CHICAGO — A 30-year-old married man walked into a Pennsylvania dermatology clinic to have a round, bumpy rash of his arm examined.
The rash proved to be nothing. Typically, the doctor would have looked at it, perhaps prescribed a topical medication, and sent the man home.
But, as part of an ongoing experiment, the man agreed to undergo a dermatological exam of his entire body. The idea was to study whether this sort of screening would uncover enough unsuspected medical problems to make the procedure worthwhile.
The doctor discovered a small purple blotch on the man's left thigh. It was Kaposi's sarcoma, a type of cancer often associated with acquired immune deficiency syndrome.
"At first the man did not admit to having any risk factors for AIDS, but upon further questioning it was clear he had," said Dr. Donald P. Lookingbill, of the Pennsylvania State University College of Medicine in Hershey, Pa. "But he could have gone a long time before he became sick enough to seek treatment."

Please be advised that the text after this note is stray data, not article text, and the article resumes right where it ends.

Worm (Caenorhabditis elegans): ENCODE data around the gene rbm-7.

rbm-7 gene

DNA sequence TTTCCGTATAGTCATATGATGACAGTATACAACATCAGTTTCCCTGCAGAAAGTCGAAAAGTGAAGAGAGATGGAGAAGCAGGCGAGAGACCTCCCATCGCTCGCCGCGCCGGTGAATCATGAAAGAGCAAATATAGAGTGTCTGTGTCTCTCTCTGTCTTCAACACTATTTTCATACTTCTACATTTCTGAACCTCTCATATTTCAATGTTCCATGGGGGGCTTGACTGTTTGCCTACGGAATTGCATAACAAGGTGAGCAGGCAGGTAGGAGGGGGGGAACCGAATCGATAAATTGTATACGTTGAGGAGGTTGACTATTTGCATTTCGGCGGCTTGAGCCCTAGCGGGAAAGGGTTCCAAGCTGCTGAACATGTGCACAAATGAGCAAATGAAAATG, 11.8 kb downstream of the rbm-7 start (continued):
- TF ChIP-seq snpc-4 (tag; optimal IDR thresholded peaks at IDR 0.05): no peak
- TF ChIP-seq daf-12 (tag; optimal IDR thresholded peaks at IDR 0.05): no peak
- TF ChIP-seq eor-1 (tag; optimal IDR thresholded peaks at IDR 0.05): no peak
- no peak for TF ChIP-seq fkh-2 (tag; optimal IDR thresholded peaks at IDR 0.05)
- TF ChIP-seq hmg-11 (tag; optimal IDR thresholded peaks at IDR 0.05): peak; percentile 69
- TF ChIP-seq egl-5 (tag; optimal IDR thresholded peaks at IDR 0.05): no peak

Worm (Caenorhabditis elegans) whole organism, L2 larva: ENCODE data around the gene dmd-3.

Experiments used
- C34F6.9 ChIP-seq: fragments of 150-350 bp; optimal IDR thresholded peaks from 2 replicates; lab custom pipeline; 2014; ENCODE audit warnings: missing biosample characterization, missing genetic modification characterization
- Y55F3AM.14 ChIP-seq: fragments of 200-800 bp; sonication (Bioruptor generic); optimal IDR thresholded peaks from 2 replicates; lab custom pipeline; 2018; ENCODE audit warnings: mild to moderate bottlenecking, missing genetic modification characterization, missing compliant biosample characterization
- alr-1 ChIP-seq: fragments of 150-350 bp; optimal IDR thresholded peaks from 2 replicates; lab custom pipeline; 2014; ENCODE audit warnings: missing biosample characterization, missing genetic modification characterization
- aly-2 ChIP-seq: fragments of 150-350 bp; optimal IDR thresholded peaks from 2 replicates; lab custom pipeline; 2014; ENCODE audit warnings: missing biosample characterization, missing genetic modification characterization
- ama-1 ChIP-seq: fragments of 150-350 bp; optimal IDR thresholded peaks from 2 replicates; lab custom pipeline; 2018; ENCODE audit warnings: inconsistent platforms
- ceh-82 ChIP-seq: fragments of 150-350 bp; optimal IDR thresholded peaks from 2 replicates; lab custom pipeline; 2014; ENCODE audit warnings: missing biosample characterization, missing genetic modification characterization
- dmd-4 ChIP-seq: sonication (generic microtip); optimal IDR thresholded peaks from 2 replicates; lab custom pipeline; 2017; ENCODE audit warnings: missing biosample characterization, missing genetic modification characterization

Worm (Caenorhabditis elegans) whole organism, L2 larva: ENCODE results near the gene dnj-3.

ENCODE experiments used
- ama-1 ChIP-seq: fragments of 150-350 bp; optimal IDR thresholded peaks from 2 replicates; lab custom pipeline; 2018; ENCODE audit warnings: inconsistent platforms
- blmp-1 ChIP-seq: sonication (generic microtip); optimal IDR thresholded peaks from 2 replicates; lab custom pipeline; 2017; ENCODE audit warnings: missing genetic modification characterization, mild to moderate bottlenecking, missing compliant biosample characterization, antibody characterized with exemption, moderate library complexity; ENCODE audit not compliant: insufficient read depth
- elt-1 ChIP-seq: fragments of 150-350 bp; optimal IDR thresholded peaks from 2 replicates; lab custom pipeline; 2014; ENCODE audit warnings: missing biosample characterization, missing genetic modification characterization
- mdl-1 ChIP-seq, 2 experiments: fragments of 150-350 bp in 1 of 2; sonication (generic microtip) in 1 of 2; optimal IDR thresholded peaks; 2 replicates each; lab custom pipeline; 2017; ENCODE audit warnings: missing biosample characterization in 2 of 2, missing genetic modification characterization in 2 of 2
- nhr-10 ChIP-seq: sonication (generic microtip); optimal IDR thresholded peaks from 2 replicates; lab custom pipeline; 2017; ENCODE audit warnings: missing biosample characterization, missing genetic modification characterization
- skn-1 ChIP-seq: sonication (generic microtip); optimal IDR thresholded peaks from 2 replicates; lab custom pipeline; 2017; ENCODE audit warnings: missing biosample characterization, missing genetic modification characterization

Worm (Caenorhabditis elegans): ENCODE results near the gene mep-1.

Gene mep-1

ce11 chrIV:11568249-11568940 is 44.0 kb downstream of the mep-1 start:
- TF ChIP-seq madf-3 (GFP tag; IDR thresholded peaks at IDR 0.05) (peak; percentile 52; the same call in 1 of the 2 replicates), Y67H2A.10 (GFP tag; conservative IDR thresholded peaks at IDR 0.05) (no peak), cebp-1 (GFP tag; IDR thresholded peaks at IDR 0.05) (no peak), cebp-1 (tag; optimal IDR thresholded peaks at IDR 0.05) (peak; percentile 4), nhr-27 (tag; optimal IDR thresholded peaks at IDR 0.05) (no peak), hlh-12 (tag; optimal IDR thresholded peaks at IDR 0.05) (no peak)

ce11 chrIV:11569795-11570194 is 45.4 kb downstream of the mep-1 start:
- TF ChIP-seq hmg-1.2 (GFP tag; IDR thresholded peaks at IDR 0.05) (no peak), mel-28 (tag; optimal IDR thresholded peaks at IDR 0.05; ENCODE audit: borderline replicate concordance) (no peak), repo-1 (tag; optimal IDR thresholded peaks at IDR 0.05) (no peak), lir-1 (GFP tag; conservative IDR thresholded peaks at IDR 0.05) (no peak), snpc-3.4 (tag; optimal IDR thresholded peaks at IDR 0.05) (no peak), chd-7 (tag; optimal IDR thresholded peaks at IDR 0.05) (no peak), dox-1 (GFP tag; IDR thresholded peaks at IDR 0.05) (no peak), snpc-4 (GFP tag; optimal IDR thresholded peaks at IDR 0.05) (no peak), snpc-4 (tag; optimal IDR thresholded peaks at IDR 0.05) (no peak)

This man's case is a dramatic example of the importance of full-body exams, but as Lookingbill wrote in a recent Journal of the American Academy of Dermatology, it is not the only one.
Want to Prove Worth
"It is generally taught in medical school that it is worthwhile to do this exam, and that's what's generally believed in the profession, but I'm not sure it's that commonly done," Lookingbill said. "We wanted to prove that it's worthwhile."
Lookingbill and his colleagues performed whole-body exams on 1,106 consecutive volunteers at a dermatology clinic and found 162 important skin lesions, leading to diagnoses of previously unsuspected skin cancer, rashes and foot fungus in addition to the one AIDS case.
Older patients were far more likely to have unusual lesions, with about one-fifth of those aged 60 or over having some sort of incidental rash.
Furthermore, 13 out of 147 older patients were diagnosed with malignant basal cell carcinoma, a common, treatable form of skin cancer caused by overexposure to the sun. President Reagan has twice had basal cell tumors removed from his nose.